It is no secret that war veterans suffer injuries each and every single day, but a lot of people don't stop and think about the hidden wounds that they have to deal with - the mental illnesses and psychological scars as a result of going through such awful experiences.
During my work experience when I was a medical student, I was lucky enough to get the opportunity to spend some time with a couple of psychiatrists that worked with the charity Combat Stress. Combat Stress is a mental health charity for veterans, providing treatment and support services free of charge to those that need it. I sat in a couple of consultations and watched as tough-looking middle-aged men broke down in front of me whilst describing the horrors they had seen whilst at war. I will never forget one man telling us about having to shoot a group of boys that were barely in their 20's because they were part of the enemy group. Seeing these men and women suffering so much with flashbacks and depression due to their experiences whilst defending our country was heart-breaking - their mental wounds were more distressing than their physical ones.
Walking With The Wounded is a charity set up in 2010 that raises money to re-educate and re-train wounded veterans, that have suffered either physical, mental or social injuries, to give them more independence outside of the forces. Their mission is to help servicemen and women to get new jobs outside of the military, reintegrate them into society, and provide long-term security for themselves and their families.
In 2011 a team supporting Walking With The Wounded, including 4 wounded soldiers and Prince Harry, completed a 200 mile expedition to reach the North Pole. They then did the same in 2013 but instead trekked to the South Pole. This year 6 wounded veterans, one of whom suffers with Post-Traumatic Stress Disorder (PTSD) and depression, have been set the task of walking 1000 miles from Inverness in Northern Scotland to Buckingham Palace, dubbed 'The Walk of Britain'.
Today the team walked 17 miles through Shropshire, from Church Stretton to Ludlow, and Prince Harry once again joined them. The Prince is the patron for the Walk of Britain and is doing his very best to raise awareness around veterans and their injuries, including those that are consequently suffering with mental health problems.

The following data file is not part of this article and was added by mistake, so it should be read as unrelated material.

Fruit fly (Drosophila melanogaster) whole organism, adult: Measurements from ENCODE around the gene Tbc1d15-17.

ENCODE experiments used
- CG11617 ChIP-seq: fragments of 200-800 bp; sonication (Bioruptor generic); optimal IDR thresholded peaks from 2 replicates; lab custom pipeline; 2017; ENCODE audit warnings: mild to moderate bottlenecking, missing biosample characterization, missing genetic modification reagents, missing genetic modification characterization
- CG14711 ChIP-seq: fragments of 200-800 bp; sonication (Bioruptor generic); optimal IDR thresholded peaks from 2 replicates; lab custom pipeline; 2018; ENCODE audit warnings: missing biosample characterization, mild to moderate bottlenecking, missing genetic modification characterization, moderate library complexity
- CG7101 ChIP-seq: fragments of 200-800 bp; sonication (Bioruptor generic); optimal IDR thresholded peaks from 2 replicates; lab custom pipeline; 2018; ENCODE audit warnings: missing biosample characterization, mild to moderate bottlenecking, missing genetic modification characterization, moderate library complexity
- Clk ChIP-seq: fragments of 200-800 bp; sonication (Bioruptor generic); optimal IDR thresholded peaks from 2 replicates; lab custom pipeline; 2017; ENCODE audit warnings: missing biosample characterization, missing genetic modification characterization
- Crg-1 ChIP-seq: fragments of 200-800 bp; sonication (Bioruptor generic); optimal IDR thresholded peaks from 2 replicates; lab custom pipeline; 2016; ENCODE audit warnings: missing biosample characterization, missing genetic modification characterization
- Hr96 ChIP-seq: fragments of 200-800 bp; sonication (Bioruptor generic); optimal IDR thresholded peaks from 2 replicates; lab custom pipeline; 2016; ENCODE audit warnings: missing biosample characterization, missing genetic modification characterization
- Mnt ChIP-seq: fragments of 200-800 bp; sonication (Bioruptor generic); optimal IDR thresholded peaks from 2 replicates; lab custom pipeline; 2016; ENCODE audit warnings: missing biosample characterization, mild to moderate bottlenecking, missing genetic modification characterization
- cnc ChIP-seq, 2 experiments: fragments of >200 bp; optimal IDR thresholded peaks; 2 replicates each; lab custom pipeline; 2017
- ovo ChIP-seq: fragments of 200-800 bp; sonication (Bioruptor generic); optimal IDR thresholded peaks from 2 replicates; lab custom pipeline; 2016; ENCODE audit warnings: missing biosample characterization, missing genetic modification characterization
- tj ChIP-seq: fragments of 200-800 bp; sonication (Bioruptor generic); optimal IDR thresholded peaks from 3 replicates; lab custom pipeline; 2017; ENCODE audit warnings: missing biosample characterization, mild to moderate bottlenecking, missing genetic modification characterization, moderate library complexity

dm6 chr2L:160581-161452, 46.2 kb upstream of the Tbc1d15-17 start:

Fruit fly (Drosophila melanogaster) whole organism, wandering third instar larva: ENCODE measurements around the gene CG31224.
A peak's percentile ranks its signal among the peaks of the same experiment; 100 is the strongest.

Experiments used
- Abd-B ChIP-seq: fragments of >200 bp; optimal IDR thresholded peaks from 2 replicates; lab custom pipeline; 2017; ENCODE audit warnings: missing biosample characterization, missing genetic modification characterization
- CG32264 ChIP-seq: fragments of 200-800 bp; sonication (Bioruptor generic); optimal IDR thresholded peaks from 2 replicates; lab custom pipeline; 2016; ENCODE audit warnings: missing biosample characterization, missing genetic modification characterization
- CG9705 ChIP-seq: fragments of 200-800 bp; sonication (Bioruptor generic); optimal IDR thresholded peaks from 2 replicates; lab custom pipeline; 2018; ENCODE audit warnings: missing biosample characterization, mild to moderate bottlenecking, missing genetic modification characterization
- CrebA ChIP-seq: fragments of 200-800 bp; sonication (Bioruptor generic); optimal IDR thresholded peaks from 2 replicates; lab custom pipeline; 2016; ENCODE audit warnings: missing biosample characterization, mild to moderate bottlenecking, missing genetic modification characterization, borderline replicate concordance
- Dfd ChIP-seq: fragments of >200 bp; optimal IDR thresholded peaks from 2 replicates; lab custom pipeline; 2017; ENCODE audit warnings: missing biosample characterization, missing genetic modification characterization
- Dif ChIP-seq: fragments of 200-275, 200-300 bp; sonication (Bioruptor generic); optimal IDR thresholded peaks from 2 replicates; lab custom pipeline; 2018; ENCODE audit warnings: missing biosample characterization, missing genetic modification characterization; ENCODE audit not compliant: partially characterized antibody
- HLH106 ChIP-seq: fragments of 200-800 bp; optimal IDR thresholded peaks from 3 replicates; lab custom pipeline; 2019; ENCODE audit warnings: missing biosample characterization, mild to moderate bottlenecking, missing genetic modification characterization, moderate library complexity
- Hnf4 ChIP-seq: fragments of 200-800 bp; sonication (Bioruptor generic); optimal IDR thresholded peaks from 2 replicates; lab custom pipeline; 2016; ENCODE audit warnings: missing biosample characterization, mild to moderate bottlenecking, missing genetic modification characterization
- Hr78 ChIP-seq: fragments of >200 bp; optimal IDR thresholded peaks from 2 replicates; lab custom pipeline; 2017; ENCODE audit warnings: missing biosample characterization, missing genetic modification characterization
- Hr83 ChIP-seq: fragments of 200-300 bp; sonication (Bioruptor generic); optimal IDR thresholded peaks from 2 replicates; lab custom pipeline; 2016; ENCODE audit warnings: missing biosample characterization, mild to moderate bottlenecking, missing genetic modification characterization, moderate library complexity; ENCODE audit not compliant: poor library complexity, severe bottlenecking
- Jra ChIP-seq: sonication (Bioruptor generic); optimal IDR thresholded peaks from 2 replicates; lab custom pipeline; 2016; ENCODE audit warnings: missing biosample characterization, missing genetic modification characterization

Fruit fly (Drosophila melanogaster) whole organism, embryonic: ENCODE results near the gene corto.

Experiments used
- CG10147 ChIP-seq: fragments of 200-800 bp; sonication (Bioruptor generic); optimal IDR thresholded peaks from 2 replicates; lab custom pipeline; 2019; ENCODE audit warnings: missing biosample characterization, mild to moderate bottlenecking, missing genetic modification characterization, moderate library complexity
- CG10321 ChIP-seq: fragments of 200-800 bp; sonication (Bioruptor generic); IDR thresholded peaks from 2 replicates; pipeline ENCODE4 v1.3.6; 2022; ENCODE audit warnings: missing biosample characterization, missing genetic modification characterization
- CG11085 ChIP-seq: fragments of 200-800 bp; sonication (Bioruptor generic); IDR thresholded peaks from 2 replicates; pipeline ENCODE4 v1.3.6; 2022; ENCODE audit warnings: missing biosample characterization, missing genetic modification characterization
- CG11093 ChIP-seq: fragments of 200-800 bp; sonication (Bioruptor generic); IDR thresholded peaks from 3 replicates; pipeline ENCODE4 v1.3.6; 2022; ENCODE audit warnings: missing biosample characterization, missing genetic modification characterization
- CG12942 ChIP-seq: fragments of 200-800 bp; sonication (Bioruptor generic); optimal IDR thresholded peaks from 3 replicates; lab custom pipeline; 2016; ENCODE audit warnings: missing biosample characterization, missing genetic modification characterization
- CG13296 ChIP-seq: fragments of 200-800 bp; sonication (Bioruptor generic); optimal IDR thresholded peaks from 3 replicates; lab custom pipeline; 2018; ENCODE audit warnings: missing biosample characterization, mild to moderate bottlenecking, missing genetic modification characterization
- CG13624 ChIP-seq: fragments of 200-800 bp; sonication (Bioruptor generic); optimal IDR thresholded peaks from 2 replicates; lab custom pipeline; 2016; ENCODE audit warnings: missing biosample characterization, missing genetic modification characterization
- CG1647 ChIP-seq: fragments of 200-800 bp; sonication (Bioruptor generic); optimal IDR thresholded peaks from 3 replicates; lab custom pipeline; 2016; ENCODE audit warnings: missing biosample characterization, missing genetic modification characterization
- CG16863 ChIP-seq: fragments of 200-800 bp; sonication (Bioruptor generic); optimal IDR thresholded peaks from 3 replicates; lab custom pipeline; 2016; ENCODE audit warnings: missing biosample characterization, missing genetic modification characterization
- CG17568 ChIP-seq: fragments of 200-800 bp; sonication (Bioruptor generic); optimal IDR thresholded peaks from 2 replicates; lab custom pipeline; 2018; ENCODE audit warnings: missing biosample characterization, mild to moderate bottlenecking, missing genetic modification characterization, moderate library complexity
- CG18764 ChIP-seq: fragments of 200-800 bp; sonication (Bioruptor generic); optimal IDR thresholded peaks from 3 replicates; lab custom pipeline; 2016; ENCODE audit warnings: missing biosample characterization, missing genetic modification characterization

He spoke out about the event, saying: "People up and down the country will get to see first-hand the determination and resolve of those who have served, and in particular those who have been injured or suffered hidden wounds... PTSD and mental injury can make life a daily struggle."
He also added: "It's also important to keep mental health issues in perspective. We should remind people that nearly all cases end well, whether it be total cure, adjustment of life, or the ability for the individual to accept and admit the issues that face them, amongst a tricky culture of stigma".
Today Prince Harry particularly highlighted the importance of challenging the stigma around mental health, saying: "Mental health is a sensitive subject but it doesn't need to be. We need to talk about it more, get rid of the stigma."
I think it's amazing that such a high-profile person is talking about mental illnesses - it is hopefully another thing that will make people think a little more positively about it. Prince Harry is highlighting the importance of mental health in servicemen and women, but I am hoping that it will also influence the views about people that are not in the forces, but that also suffer with psychological illnesses every single day. Let's keep on pushing to change the stigma around mental health!
If you would like to support the Walk of Britain, you can buy a mile and help the charity here.
A river cuts through a rock not because of its power but its persistence.